Daniel Shanfield’s Answers

Daniel Shanfield

San Jose Immigration Attorney.

Contributor Level 10
  1. I am adopted, a U.S. Citizen in Ca, my birth mother is being petitioned by my blood sister to Guam. Can I get her permanently?

    Answered over 2 years ago.

    1. Daniel Shanfield
    2. Rahul Chakravartty
    3. Jeffrey N Lisnow
    4. F. J. Capriotti III
    4 lawyer answers

    Since your sister is petitioning it's unclear why you are interested in also filing a petition.

    2 lawyers agreed with this answer

  2. I will have a i-751 interview---ICE immigraions had pulled me over and recorded my trip with others but not my husband

    Answered over 2 years ago.

    1. Luis Alberto Guerra
    2. Daniel Shanfield
    3. F. J. Capriotti III
    4. Jason Todd Lorenzon
    4 lawyer answers

    This must be causing you a great deal of worry. Unfortunately, it would not surprise me if the CBP officer's notes make it into your file. That is why DHS officers take notes. In my experience working with the San Francisco USCIS office on I-751 cases like these, you will need a lawyer to help explain on paper and at the interview that your marriage was in good faith, and to help you develop evidence to overcome the accusation that your marriage might have fraudulent. Because we're talking...

    2 lawyers agreed with this answer

  3. K1 visa didn't marry petitioner and new immigration proposal

    Answered over 2 years ago.

    1. Daniel Shanfield
    2. Jennifer Doerrie
    3. Debbi Lee Klopman
    3 lawyer answers

    Sadly, I don't see how the proposed rule, if it is ever implemented, would help. My understanding is that a non-immigrant admitted in K-1 status may only adjust status on the basis of the subsequent marital relationship related to the underlying K-1. Choin v. Mukasey, 537 F.3d 1116 (9th Cir. 2008). I've worked with immigrants in your very same situation, and understand that your case is really complicated. I would strongly recommend consulting with an experienced immigration attorney so...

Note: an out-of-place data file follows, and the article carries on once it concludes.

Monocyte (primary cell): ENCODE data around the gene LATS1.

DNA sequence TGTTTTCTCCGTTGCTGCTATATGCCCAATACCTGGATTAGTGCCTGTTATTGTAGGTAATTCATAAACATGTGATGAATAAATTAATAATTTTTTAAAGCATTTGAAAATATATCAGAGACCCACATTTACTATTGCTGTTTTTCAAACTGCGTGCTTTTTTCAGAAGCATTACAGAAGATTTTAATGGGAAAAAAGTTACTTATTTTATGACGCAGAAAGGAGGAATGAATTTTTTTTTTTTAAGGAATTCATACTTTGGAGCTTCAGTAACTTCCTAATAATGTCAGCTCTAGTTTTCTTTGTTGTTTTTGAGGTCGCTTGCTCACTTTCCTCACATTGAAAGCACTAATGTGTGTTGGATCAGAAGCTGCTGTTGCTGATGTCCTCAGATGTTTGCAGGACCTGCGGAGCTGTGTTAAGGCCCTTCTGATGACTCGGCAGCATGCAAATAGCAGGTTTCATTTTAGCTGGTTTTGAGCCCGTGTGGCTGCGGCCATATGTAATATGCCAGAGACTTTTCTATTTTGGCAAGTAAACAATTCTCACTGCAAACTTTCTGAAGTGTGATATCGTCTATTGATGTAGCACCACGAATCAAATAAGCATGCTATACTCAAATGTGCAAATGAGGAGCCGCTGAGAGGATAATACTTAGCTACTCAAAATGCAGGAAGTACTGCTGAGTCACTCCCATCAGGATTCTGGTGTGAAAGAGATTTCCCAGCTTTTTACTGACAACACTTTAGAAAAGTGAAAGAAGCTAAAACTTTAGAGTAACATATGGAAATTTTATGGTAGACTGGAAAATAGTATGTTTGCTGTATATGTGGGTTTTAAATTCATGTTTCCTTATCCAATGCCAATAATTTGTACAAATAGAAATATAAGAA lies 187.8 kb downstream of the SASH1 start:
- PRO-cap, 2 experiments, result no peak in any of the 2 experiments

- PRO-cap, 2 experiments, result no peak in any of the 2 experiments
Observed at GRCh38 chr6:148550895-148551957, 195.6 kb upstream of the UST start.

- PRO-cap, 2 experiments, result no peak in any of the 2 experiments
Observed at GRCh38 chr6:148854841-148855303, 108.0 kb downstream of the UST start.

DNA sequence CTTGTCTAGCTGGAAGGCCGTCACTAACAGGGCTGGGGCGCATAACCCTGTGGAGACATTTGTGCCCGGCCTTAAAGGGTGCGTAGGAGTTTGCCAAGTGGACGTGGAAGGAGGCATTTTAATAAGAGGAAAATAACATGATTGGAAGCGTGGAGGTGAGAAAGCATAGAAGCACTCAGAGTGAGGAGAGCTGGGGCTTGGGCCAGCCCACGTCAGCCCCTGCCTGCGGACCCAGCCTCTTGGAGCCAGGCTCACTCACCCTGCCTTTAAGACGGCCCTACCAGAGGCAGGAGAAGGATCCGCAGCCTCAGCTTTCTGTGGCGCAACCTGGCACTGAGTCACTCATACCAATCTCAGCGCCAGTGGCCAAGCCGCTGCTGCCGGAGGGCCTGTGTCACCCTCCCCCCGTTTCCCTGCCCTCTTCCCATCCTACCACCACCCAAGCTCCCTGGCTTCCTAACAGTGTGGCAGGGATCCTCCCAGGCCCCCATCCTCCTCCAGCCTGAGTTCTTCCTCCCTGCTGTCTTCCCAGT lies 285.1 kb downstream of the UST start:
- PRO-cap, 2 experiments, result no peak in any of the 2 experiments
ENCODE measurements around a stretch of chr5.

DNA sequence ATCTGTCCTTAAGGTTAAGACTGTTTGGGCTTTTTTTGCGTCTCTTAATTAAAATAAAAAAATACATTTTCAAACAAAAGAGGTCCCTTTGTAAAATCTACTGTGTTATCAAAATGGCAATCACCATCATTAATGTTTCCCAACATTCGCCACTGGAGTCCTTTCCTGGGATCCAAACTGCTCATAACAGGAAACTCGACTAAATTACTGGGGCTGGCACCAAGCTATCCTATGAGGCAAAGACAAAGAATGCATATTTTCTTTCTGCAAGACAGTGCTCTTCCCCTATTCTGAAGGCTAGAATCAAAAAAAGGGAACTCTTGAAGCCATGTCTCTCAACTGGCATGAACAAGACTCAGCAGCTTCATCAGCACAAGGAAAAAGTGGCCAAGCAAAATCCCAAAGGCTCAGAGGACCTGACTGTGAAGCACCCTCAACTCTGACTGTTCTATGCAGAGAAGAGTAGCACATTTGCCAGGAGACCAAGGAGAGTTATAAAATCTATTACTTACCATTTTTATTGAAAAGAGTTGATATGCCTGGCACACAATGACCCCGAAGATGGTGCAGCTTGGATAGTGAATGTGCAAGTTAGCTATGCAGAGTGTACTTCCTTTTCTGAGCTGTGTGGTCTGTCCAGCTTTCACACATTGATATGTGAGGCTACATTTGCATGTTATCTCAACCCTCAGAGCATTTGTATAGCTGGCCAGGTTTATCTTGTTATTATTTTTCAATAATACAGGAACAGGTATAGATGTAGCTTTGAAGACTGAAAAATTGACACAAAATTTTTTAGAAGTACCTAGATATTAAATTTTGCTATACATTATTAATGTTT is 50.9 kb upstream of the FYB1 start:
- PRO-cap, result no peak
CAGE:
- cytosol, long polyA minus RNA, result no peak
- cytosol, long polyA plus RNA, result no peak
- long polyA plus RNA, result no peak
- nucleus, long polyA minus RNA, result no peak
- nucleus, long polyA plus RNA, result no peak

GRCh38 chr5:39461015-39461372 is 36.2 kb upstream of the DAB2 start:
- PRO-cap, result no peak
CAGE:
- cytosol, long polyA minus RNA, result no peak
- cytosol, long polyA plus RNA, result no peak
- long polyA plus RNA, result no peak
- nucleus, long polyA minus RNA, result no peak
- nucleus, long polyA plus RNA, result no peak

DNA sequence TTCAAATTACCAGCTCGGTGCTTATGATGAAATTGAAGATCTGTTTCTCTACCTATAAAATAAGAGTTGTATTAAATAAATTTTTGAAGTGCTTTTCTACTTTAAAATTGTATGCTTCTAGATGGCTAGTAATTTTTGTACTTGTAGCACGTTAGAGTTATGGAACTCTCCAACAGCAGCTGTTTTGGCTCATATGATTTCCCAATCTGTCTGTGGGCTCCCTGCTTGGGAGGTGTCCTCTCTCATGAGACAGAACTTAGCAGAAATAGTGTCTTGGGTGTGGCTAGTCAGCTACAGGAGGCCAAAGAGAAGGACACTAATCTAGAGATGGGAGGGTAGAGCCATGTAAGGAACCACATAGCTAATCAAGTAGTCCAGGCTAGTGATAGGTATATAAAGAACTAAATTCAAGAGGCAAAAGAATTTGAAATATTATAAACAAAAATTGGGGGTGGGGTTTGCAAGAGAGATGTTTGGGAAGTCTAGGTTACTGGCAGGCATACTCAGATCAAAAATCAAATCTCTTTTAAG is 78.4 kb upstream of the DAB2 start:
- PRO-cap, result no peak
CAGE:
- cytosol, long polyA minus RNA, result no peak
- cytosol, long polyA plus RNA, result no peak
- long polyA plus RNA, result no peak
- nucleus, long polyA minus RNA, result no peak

2 lawyers agreed with this answer

  4. Chances of success on 212(d)(3) waiver ?

    Answered over 2 years ago.

    1. Daniel Shanfield
    2. Jennifer Doerrie
    3. Jeffrey Adam Devore
    3 lawyer answers

    What an unfortunate situation. First I'd suggest to be careful what you post in a public forum. It is not confidential. I am not optmistic about obtaining the waiver unless you can demonstrate some compelling benefit to the United States in granting the waiver. The only way to find out though is to actually file the waiver and see what happens. Good luck!

    2 lawyers agreed with this answer

  5. How do i fix my wife

    Answered over 2 years ago.

    1. Daniel Shanfield
    2. Javier G Pineda
    3. J Charles Ferrari
    3 lawyer answers

    Much of this depends on how your wife entered the US. If she entered legally on a visa, and you are a US citizen, then she may be able to adjust status if she's otherwise admissible (eg. no inadmissible crimes, immigration violations, etc. It seems you have a lot of important decisions to make, so in an important case like this, it makes a lot of sense to meet with an experienced immigration attorney to chart out your options.